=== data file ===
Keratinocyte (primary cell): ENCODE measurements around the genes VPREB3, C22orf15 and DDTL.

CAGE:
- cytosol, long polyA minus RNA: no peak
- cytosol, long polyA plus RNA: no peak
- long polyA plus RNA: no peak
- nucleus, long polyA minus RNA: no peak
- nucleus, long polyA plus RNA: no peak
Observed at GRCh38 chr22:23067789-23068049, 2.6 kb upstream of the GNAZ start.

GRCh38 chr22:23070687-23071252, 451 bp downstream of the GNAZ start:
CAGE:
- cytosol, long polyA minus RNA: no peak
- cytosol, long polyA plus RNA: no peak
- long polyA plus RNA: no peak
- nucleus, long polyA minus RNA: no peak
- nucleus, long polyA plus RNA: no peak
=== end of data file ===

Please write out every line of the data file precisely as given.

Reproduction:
Keratinocyte (primary cell): ENCODE measurements around the genes VPREB3, C22orf15 and DDTL.

CAGE:
- cytosol, long polyA minus RNA: no peak
- cytosol, long polyA plus RNA: no peak
- long polyA plus RNA: no peak
- nucleus, long polyA minus RNA: no peak
- nucleus, long polyA plus RNA: no peak
Observed at GRCh38 chr22:23067789-23068049, 2.6 kb upstream of the GNAZ start.

GRCh38 chr22:23070687-23071252, 451 bp downstream of the GNAZ start:
CAGE:
- cytosol, long polyA minus RNA: no peak
- cytosol, long polyA plus RNA: no peak
- long polyA plus RNA: no peak
- nucleus, long polyA minus RNA: no peak
- nucleus, long polyA plus RNA: no peak